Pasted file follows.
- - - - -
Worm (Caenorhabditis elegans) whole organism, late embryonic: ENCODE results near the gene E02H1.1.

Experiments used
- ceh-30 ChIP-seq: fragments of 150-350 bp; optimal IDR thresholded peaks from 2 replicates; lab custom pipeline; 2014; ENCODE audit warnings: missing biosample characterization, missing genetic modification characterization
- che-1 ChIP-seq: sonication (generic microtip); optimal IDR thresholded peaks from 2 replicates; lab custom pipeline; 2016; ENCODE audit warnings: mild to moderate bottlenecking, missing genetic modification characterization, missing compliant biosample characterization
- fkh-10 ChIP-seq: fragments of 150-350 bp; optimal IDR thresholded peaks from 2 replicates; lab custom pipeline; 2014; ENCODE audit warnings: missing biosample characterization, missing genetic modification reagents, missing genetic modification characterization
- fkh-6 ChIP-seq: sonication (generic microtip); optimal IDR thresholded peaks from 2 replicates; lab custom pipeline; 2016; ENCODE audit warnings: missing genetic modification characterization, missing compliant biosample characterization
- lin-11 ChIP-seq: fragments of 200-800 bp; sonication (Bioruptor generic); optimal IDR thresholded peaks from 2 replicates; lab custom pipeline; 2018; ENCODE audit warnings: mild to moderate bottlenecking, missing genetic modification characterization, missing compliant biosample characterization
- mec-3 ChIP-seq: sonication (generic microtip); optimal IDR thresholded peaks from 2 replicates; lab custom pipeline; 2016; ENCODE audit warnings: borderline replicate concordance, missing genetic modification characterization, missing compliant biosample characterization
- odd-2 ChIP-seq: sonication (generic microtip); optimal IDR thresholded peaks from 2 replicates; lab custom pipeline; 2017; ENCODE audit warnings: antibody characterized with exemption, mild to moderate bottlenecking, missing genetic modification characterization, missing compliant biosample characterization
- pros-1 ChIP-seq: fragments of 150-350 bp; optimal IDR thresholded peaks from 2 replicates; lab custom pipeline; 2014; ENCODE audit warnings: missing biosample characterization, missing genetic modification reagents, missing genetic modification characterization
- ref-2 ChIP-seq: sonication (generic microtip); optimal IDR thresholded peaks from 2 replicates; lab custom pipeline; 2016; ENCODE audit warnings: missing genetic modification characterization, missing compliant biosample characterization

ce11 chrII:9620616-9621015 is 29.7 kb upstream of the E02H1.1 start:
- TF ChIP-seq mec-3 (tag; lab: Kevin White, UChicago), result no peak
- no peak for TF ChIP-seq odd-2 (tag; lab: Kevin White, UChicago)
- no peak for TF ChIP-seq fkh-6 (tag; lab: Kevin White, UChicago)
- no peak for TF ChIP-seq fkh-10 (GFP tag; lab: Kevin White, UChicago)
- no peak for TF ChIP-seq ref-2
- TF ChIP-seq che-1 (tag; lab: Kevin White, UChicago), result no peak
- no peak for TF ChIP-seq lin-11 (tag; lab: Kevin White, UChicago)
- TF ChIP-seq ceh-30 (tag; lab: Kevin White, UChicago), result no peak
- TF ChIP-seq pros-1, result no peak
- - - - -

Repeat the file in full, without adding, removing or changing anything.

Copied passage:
Worm (Caenorhabditis elegans) whole organism, late embryonic: ENCODE results near the gene E02H1.1.

Experiments used
- ceh-30 ChIP-seq: fragments of 150-350 bp; optimal IDR thresholded peaks from 2 replicates; lab custom pipeline; 2014; ENCODE audit warnings: missing biosample characterization, missing genetic modification characterization
- che-1 ChIP-seq: sonication (generic microtip); optimal IDR thresholded peaks from 2 replicates; lab custom pipeline; 2016; ENCODE audit warnings: mild to moderate bottlenecking, missing genetic modification characterization, missing compliant biosample characterization
- fkh-10 ChIP-seq: fragments of 150-350 bp; optimal IDR thresholded peaks from 2 replicates; lab custom pipeline; 2014; ENCODE audit warnings: missing biosample characterization, missing genetic modification reagents, missing genetic modification characterization
- fkh-6 ChIP-seq: sonication (generic microtip); optimal IDR thresholded peaks from 2 replicates; lab custom pipeline; 2016; ENCODE audit warnings: missing genetic modification characterization, missing compliant biosample characterization
- lin-11 ChIP-seq: fragments of 200-800 bp; sonication (Bioruptor generic); optimal IDR thresholded peaks from 2 replicates; lab custom pipeline; 2018; ENCODE audit warnings: mild to moderate bottlenecking, missing genetic modification characterization, missing compliant biosample characterization
- mec-3 ChIP-seq: sonication (generic microtip); optimal IDR thresholded peaks from 2 replicates; lab custom pipeline; 2016; ENCODE audit warnings: borderline replicate concordance, missing genetic modification characterization, missing compliant biosample characterization
- odd-2 ChIP-seq: sonication (generic microtip); optimal IDR thresholded peaks from 2 replicates; lab custom pipeline; 2017; ENCODE audit warnings: antibody characterized with exemption, mild to moderate bottlenecking, missing genetic modification characterization, missing compliant biosample characterization
- pros-1 ChIP-seq: fragments of 150-350 bp; optimal IDR thresholded peaks from 2 replicates; lab custom pipeline; 2014; ENCODE audit warnings: missing biosample characterization, missing genetic modification reagents, missing genetic modification characterization
- ref-2 ChIP-seq: sonication (generic microtip); optimal IDR thresholded peaks from 2 replicates; lab custom pipeline; 2016; ENCODE audit warnings: missing genetic modification characterization, missing compliant biosample characterization

ce11 chrII:9620616-9621015 is 29.7 kb upstream of the E02H1.1 start:
- TF ChIP-seq mec-3 (tag; lab: Kevin White, UChicago), result no peak
- no peak for TF ChIP-seq odd-2 (tag; lab: Kevin White, UChicago)
- no peak for TF ChIP-seq fkh-6 (tag; lab: Kevin White, UChicago)
- no peak for TF ChIP-seq fkh-10 (GFP tag; lab: Kevin White, UChicago)
- no peak for TF ChIP-seq ref-2
- TF ChIP-seq che-1 (tag; lab: Kevin White, UChicago), result no peak
- no peak for TF ChIP-seq lin-11 (tag; lab: Kevin White, UChicago)
- TF ChIP-seq ceh-30 (tag; lab: Kevin White, UChicago), result no peak
- TF ChIP-seq pros-1, result no peak